Stephanie Bishop's long-awaited third novel, Man Out of Time, is ambitious and possibly brilliant but it may also frustrate many readers. All his life, Leon has struggled with mental illness. His wife Frances and daughter Stella know too well the nature and seriousness of his condition, so it comes as no surprise when they are informed by the police that he is missing. Set in the early days of September 2001, there is an eerie sense of impending doom that pervades the novel. Leon's voice is comp ...more
Kym Jackson
Nov 05, 2018 rated it liked it
Individual passages are beautifully written, and Man Out of Time is a convincing study of mental illness; but overall it falls flat. The whole is disjointed (partly by design) and fails to live up to, let alone exceed, the sum of its parts. Present and past aren’t meaningfully connected, and toward the end the incorporation of 9/11 into the narrative seems forced and unnatural. Some beautiful, moving, and funny passages—but overall: not recommended.
Feb 11, 2019 rated it it was ok
This has just been longlisted for the #stellaprize (Australian female authors award) and is getting lots of buzz. But... I just didn’t get it. It was way too dreamy and vague for me, reality blended with dreams blended with psychosis and I couldn’t find my footing anywhere. There was no sense of place or time and the characters were like out of focus photos with no definition. Perhaps it was too clever or sophisticated for me?
Helen Taylor
Jan 19, 2019 rated it liked it
I really wanted to like this book more than I did. I felt it was on the cusp of something great but just didn’t quite make it there for me. Bishop’s writing is elegant and emotive, the story telling was not meant to be straight forward, I feel it was intentionally slightly confusing, imitating the thoughts of someone struggling with mental health issues, but unfortunately it felt a bit too disjointed to me.
Sylvia Davey
Oct 27, 2018 rated it really liked it
This book was a hard one to review.
It's complex and multi-layered, I loved Bishop's descriptions.
I will warn future readers that it is occasionally confusing - I do believe that confusion is very intentional and in some ways helps add to the story - I believe this organised chaos is there to help us understand, to a degree, her characters and there lives.
Nov 23, 2018 rated it liked it
I really enjoyed her second book The Other Side of the World, but I wasn’t that keen on Man Out of Time. I had unanswered questions and was left feeling confused. Perhaps this was done intentionally, but for me it was frustrating. I also couldn’t quite see the reasoning behind the 9/11 references? After reading so many wonderful reviews of the book, I might have to reread it....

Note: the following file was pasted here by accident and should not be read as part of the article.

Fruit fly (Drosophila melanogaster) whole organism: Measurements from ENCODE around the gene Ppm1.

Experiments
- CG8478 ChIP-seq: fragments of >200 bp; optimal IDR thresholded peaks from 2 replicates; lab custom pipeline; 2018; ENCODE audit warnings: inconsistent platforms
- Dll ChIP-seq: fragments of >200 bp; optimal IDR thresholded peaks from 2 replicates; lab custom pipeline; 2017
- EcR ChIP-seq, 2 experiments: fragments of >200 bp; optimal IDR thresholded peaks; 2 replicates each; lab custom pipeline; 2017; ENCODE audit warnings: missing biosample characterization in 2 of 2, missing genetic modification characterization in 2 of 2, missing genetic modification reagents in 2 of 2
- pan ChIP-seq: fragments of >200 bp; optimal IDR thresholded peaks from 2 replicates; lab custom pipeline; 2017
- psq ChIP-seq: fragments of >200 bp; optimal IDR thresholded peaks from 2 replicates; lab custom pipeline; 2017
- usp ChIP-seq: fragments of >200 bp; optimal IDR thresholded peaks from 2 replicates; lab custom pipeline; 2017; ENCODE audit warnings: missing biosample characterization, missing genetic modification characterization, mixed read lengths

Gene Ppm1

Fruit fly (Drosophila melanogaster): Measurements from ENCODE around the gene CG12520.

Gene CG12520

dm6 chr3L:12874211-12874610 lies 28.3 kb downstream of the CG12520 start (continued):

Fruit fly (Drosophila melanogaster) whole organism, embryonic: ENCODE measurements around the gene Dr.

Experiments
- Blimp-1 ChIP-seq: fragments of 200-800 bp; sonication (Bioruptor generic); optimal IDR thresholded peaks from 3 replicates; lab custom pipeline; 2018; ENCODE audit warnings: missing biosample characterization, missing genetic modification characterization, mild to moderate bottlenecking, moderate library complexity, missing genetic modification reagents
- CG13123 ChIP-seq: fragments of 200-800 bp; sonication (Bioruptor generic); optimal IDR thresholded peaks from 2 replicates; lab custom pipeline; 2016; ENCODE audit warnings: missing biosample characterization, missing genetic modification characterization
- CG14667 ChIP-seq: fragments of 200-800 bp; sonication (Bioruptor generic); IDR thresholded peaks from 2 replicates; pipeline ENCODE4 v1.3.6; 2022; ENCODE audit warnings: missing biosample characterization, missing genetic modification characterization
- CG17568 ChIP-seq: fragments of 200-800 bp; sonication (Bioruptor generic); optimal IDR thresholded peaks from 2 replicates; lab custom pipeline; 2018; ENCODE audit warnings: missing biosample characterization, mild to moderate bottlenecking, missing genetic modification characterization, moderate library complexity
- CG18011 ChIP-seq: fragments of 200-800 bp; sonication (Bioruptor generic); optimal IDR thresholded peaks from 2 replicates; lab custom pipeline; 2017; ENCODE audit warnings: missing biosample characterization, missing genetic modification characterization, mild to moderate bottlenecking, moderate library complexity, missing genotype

Donna Phillips
Oct 26, 2018 rated it it was ok
A strangely disappointing read. There is a great undertone of a story that could have gone somewhere amazing but never does. Having said that it’s a good read on mental health. Disappointed that it felt unfinished in parts
Gayle Parker
Feb 01, 2019 rated it did not like it

After reading Other Side of the World I eagerly started to read this but gave up after a disappointing 100 pages
I found it difficult to engage with the characters and the almost emotionally flattened writing style which I guess reflects on the subject matter
Kimberley Starr
Nov 10, 2018 rated it really liked it  ·  review of another edition
Some beautiful lines and an uncanny seeming insight into mental illness. An intriguing use of photos in the text. 9/11 references seemed a puzzling choice.
Dec 30, 2018 rated it did not like it
This is my first by this author and I did not enjoy it at all. It was trite snd I attempt another book by this author to give her the benefit of doubt...maybe!
Aug 23, 2018 rated it it was amazing
Lindsay Bookclub 2018
Oct 08, 2018 rated it liked it
Gorgeous writing and a great sense of tone and scene. But didn't go anywhere enough for me.
Lisa Dowdall
rated it it was amazing
Feb 15, 2019
Dalal Gearge
rated it it was ok
Feb 16, 2019
rated it liked it
Oct 14, 2018
Jan Beynon
rated it really liked it
Oct 03, 2018
Melissa Bull
rated it it was ok
Jan 07, 2019
rated it it was amazing
Oct 18, 2018
rated it liked it
Jan 16, 2019
Louise Markel
rated it it was ok
Jan 04, 2019
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Stephanie's first novel was The Singing, for which she was named one of the Sydney Morning Herald’s Best Young Australian Novelists. The Singing was also highly commended for the Kathleen Mitchell Award. Her second novel, The Other Side of the World is published by Hachette Australia, Tinder Press (Headline, UK), Atria (Simon & Schuster, US) and Fleuve Editions (France). It was named Literary ...more